11

In the Wikipedia article about brands, they give a few different examples of brands that existed in antiquity. A couple examples are given for ancient Rome, such as Umbricius Scaurus, a manufacturer of fish sauce in Pompeii, CE 35, and Ennion, a maker of glassware. The former is mentioned in the article as having been found all across the mediterranean, where I imagine his name/brand would have told anyone that this is some quality garum.

What are some other examples of "famous" or "known" brands in the Republic or Empire? It doesn't need to be specific to a person's name as long as it informed the Romans about qualities of the the product in the way a brand does.

5
  • 2
  • @Adam: If "scaurus" means "lame"; "club-footed", how did it work as a brand? Similarly, Marcus Licinius Crassus, of the First Triumvirate, so rich he was a "celebrity"-brand; nickname, "dives". What about his real name? "Ave Crassus." = "Good morning, Stupid."--how did that work?
    – tony
    Jan 10, 2022 at 11:43
  • @tony I am sure the ancients were as capable as us of looking past the literal meanings of proper nouns. And I don't think you represented the literal meanings fairly.
    – Joonas Ilmavirta
    Jan 10, 2022 at 14:49
  • My last name is a proper noun in English and a registered trademark of a manufacturing company. If he was teased as a child for the name, I doubt that he was teased later. ;)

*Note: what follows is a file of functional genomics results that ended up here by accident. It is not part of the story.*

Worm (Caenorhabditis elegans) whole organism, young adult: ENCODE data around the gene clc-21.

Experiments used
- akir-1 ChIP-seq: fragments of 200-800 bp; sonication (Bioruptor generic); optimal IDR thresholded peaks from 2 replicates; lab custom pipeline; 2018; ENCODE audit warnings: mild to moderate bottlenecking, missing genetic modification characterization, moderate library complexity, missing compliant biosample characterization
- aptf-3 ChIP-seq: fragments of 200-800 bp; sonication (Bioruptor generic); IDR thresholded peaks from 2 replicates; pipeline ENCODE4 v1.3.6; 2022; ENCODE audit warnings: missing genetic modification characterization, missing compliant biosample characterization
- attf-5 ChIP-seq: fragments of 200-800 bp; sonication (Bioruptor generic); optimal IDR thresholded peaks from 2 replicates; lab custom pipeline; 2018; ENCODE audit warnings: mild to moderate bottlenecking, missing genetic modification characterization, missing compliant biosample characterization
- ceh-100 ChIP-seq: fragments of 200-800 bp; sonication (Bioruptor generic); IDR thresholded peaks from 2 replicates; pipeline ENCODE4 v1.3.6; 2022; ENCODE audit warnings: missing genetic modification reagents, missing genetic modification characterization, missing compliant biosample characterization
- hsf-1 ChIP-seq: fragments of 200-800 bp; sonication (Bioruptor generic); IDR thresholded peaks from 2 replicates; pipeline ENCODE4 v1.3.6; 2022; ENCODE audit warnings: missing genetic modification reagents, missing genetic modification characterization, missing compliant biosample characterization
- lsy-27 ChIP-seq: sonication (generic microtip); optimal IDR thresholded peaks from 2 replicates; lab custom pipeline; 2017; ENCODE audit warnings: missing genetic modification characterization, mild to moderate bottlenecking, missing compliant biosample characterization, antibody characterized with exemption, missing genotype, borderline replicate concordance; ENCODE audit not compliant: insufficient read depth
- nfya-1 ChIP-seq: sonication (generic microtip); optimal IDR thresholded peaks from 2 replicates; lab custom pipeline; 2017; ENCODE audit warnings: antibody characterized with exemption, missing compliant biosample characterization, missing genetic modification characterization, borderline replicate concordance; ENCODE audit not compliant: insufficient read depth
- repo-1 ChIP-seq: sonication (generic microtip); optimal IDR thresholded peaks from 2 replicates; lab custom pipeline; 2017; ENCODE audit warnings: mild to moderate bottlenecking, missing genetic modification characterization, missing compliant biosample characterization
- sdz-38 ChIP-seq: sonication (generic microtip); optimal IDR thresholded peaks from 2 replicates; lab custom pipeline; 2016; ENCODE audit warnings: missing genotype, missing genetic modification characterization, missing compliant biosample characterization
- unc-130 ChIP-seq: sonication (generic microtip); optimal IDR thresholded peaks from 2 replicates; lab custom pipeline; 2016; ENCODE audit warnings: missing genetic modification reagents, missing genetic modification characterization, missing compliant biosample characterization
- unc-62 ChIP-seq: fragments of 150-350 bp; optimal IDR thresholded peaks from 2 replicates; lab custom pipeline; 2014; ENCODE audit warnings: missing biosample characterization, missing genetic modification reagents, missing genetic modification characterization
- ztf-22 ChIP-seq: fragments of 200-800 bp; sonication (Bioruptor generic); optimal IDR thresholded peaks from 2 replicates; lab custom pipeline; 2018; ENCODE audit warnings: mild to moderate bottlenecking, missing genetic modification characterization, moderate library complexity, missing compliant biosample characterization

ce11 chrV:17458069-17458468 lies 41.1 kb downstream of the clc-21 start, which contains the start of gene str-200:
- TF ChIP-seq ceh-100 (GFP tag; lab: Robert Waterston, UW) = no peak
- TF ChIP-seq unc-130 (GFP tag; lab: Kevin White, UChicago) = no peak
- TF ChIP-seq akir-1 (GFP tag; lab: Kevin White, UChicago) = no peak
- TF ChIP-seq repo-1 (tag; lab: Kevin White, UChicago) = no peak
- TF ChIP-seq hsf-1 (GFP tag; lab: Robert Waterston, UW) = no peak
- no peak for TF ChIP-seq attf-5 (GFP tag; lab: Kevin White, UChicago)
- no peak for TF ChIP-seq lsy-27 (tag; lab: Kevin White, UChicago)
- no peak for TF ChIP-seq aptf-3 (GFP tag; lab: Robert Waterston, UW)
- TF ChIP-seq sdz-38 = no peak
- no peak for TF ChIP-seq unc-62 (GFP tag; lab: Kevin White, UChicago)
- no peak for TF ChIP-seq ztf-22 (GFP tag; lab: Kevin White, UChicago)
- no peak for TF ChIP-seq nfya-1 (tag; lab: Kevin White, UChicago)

– Adam
    Jan 10, 2022 at 15:12
  • 1
    Well, there was Orange Julius smoothies, and Cornelian Flakes breakfast cereal and Et Tu Brute knives and Cato karate studios and the Nero torch and lighting company and the Claudian School of Speech franchise and Caesar Salads and Condiments and Progresso's 'INRI' brand of red wine vinegar and the Caligula shoe company among others. Oct 29, 2022 at 20:45

1 Answer 1

1

There is only one Roman products still made today that I know of: Pecorino Romano cheese.

There is a notable book about Roman economics called "The Social and Economic History of the Roman Empire" by Michael Rostovtzeff (1926). A more modern book is "Roman Law and Economics: Institutions and Organizations" (Oxford Press).

In Rostovtzeff's book are mentioned various commercial organizations such as the Socii Talenses (a mining company). He mentions the brand of Fortis clay lamps and Navigius clay vases (p. 163); also, Aucissa safety pins (fibula), p. 69.

Note that there is a book "Ancient Pottery." Birch. London 1873, that lists in the appendix p. 603 all known Roman potters and their trademarks as discovered by archaeology.

In Pompeii were found amphora containing VESUVINUM wine. (This is significant because it shows that although elite Roman literature frowned on portmanteau and compound words, they were popular in vulgar speech, just like today.)

Aucissa fibula

An AUCISSA fibula.

enter image description here

Trademarked brick.

Your Answer

By clicking “Post Your Answer”, you agree to our terms of service and acknowledge you have read our privacy policy.

Not the answer you're looking for? Browse other questions tagged or ask your own question.